Richard Blumenthal’s speech:
My visit to Puerto Rico to the association headquarters of the Borinqueneers—members of generations who have fought for this country, veterans of our wars, who had visited the White House to receive the Congressional Medal that we in this body voted to award them because of their service to our Nation. It was awarded by the President of the United States when they visited the White House. I visited them in Puerto Rico to say thank you and to recognize their service. I can tell you at the White House and in Puerto Rico what I saw in their faces and heard in their voices was a patriotism every bit as deep and passionate as any I have heard anywhere in this country.
Puerto Ricans are not only Americans, they are proud to be American, and we should be proud they are Americans because they are hard- working, dedicated, and they believe in giving back to America. My friend from New Jersey has said that Puerto Rico is receiving a raw deal, and he is right. It is a raw deal and an unfair deal because the people of Puerto Rico find themselves in an untenable financial situation in large part due to circumstances beyond their control. In fact, in some instances, actions of this very body, in tax policies and health care program decisions, put them at a disadvantage and contributed to the fiscal situation that has put them and their economy in free fall today. So 2.5 percent of Puerto Rico’s population has fled the island in just the last year. If Puerto Rico defaults and that default is permitted to continue, the ramification of additional people fleeing the island and the financial markets feeling the effects of that default will be horrendous.
The day of reckoning for Puerto Rico is inescapable. The only question is whether it occurs in the courts with endless, costly litigation that enriches lawyers—let’s face it, the lawyers will be better off if there is no orderly and structured process—or, when that day of reckoning occurs, in the bankruptcy courts where it can be orderly and structured and less costly. This body, the U.S. Senate, has the responsibility to extend to Puerto Rico the same treatment under Chapter 9 that any municipality and utility has around the country—nothing more, nothing less.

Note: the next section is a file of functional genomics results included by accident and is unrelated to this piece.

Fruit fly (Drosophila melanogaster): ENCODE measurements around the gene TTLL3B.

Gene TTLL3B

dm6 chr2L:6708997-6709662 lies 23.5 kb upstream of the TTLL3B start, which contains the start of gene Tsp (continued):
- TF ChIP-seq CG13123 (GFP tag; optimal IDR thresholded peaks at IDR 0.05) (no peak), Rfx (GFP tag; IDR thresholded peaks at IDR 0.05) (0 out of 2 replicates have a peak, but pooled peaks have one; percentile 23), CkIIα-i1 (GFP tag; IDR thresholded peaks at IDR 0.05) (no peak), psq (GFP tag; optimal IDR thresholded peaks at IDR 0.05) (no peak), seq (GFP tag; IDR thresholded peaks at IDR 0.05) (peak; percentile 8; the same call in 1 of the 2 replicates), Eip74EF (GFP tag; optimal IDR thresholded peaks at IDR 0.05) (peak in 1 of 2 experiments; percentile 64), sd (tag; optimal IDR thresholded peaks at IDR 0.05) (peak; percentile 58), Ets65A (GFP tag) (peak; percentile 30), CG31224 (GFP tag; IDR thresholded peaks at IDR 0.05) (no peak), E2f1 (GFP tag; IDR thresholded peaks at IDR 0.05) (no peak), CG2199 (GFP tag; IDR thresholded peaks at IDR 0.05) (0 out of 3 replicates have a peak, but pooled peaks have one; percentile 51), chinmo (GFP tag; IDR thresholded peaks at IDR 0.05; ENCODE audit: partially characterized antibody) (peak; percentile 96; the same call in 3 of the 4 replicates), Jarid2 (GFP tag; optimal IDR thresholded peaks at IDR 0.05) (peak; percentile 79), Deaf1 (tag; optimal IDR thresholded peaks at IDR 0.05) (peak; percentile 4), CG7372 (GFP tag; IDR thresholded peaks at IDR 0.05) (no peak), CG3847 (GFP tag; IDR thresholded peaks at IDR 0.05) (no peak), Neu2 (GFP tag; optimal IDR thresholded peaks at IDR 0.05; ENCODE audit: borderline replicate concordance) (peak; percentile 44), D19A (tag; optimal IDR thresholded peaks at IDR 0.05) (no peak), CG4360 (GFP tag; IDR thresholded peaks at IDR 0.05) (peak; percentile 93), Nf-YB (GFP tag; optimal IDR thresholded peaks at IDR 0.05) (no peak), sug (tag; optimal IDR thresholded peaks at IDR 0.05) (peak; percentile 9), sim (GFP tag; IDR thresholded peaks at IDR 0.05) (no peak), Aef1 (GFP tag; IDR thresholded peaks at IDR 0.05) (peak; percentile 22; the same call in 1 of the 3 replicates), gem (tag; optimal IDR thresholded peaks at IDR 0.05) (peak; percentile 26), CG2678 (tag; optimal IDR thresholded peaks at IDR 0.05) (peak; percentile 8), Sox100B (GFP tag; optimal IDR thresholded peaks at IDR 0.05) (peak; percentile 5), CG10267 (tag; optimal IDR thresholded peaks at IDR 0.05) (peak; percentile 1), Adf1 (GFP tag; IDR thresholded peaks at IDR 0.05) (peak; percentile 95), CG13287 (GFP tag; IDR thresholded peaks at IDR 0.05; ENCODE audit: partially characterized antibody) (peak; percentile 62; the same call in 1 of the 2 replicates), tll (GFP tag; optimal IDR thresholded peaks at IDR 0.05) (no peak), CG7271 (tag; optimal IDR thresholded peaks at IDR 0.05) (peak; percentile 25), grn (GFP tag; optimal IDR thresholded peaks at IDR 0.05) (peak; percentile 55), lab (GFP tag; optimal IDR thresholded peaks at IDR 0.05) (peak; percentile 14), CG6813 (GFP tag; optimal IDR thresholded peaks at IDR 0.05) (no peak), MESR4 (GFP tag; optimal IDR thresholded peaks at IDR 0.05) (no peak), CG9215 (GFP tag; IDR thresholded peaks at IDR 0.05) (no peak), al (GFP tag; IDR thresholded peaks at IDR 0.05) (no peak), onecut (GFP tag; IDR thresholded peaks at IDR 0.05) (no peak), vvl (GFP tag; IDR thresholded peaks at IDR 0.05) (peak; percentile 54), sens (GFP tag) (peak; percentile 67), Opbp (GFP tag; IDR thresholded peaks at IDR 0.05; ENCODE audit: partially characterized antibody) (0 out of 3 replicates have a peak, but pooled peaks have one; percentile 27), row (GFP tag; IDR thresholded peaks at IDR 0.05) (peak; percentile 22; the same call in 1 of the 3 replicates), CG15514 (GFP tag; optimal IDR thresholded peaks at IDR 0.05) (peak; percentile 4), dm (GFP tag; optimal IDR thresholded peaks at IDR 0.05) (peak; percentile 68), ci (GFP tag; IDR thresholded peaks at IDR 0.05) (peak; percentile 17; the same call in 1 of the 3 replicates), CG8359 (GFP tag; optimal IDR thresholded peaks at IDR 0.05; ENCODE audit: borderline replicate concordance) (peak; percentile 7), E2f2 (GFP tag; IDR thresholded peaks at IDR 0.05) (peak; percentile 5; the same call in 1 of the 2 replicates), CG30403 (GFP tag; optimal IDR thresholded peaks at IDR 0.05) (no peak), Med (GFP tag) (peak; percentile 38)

The people of Puerto Rico are already suffering because of the uncertainty of their financial situation. That uncertainty in turn is already costing them because the borrowing costs are rising as a disorderly default faces them. To simply provide more money is not the answer. There has to be a structure for orderly and planned payment of debts that are due.
Right now, Puerto Rico is insolvent. It can’t pay its debts on time, and that is the definition of default. Bankruptcy is not a safety net. It is not a bailout. It is, in fact, a reckoning. There has been some talk here about who is responsible. There is no question that some stand to profit if there is chaos—not just lawyers, but some of the financial interests who are holding certain of the financial instruments. We don’t need to name names or blame them. What we need to do here is to solve a problem and make sure that Puerto Rico is treated fairly and that it is spared this raw deal that will have ramifications for the entire United States of America—for our financial markets, for our communities, and for the people of Puerto Rico who have families here and who will come here themselves.
I hope we will do the right thing even in the hours—and there are just hours—left before the end of this year. There is too much at stake for either partisan differences or special interests to dictate the result. The day of reckoning is here. It is just a question of where it occurs—in a bankruptcy court or in endless litigation that is costly to Puerto Rico and Puerto Ricans and all Americans.